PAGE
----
Research suggests a link between pre-term delivery, low birthweight babies, and gingivitis.
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Watch for "Preemie" Teeth
Even though they do not have any teeth yet, prematurely born babies can expect to have dental complications as they grow older.
About 6 percent of babies are born before their due date and below 7.2 pounds, and of these, up to 70 percent will have enamel hypoplasia when their teeth erupt, according to a 2000 study. Enamel hypoplasia causes teeth to appear brownish and less smooth, as well as to be softer and more prone to decay or chipping.
"You won't discover this until your child is about 6 months old, because that's about the time when the baby's first tooth would erupt," says Henry Finger, DDS, FAGD, past president and spokesperson of the Academy of General Dentistry. "Prematurely born children should see a dentist when their first tooth erupts to avoid any dental complications."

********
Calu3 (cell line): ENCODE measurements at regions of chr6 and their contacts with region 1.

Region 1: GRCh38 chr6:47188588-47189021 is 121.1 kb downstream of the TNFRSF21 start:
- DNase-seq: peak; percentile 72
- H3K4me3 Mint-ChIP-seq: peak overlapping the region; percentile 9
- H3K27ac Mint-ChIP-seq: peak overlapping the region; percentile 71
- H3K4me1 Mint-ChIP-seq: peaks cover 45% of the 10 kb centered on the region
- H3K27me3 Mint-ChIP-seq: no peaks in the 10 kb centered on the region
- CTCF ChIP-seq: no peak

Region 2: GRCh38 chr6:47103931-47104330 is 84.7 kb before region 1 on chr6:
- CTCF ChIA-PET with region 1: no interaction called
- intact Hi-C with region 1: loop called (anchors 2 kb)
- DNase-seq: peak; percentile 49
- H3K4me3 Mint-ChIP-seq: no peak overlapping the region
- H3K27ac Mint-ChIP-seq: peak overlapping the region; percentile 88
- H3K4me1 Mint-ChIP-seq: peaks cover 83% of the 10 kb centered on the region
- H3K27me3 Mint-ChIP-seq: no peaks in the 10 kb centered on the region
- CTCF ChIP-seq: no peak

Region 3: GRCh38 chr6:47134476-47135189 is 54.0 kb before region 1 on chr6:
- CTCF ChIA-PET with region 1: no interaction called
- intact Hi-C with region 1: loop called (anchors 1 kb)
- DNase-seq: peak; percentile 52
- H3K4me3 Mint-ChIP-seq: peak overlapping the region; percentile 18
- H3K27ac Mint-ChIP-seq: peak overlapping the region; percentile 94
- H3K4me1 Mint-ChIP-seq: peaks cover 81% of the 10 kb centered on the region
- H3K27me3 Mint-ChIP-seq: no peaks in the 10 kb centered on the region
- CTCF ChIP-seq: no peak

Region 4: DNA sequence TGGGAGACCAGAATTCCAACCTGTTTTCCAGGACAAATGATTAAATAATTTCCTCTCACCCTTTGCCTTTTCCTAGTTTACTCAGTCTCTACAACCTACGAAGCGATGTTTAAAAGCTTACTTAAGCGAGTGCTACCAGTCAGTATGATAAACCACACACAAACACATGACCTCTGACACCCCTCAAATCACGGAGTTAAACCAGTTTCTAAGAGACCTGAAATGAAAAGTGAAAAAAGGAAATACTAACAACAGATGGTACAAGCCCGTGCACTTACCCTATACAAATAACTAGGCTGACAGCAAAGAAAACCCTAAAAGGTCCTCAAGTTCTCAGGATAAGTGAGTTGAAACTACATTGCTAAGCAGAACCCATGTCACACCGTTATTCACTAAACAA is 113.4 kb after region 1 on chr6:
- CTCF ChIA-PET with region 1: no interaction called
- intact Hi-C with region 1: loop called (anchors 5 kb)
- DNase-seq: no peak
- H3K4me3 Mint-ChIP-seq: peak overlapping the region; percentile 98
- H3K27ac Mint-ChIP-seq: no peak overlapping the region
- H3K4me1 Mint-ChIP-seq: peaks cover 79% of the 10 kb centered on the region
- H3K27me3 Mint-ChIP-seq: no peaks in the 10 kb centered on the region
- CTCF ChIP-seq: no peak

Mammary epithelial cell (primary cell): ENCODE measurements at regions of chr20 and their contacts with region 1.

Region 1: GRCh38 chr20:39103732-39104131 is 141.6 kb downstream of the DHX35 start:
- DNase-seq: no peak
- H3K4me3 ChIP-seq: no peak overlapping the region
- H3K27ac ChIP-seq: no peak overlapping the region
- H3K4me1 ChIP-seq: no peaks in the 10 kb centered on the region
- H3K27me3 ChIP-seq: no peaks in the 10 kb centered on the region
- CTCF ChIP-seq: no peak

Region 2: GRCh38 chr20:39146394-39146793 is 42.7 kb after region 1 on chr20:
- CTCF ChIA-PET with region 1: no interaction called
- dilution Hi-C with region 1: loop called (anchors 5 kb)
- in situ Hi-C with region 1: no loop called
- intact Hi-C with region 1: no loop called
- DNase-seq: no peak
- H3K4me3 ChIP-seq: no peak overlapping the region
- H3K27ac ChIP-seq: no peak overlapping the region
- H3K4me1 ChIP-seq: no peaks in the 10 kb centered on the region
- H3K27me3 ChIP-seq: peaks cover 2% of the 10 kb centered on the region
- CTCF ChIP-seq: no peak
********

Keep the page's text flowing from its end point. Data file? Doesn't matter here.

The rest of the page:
Children with the lowest birthweight and shortest gestational ages have the lowest rates of dental development, particularly before 6 years of age, according to the study. Children who are born prematurely can have delays in the eruption of their baby teeth and even their permanent teeth.
The front teeth are the first to erupt at 6 to 8 months, and the back teeth erupt between 18 and 24 months. Prematurely born children should visit the dentist regularly, even at this early stage, because they are more likely to be candidates for cavities than children born at term.
Updated: February 2007
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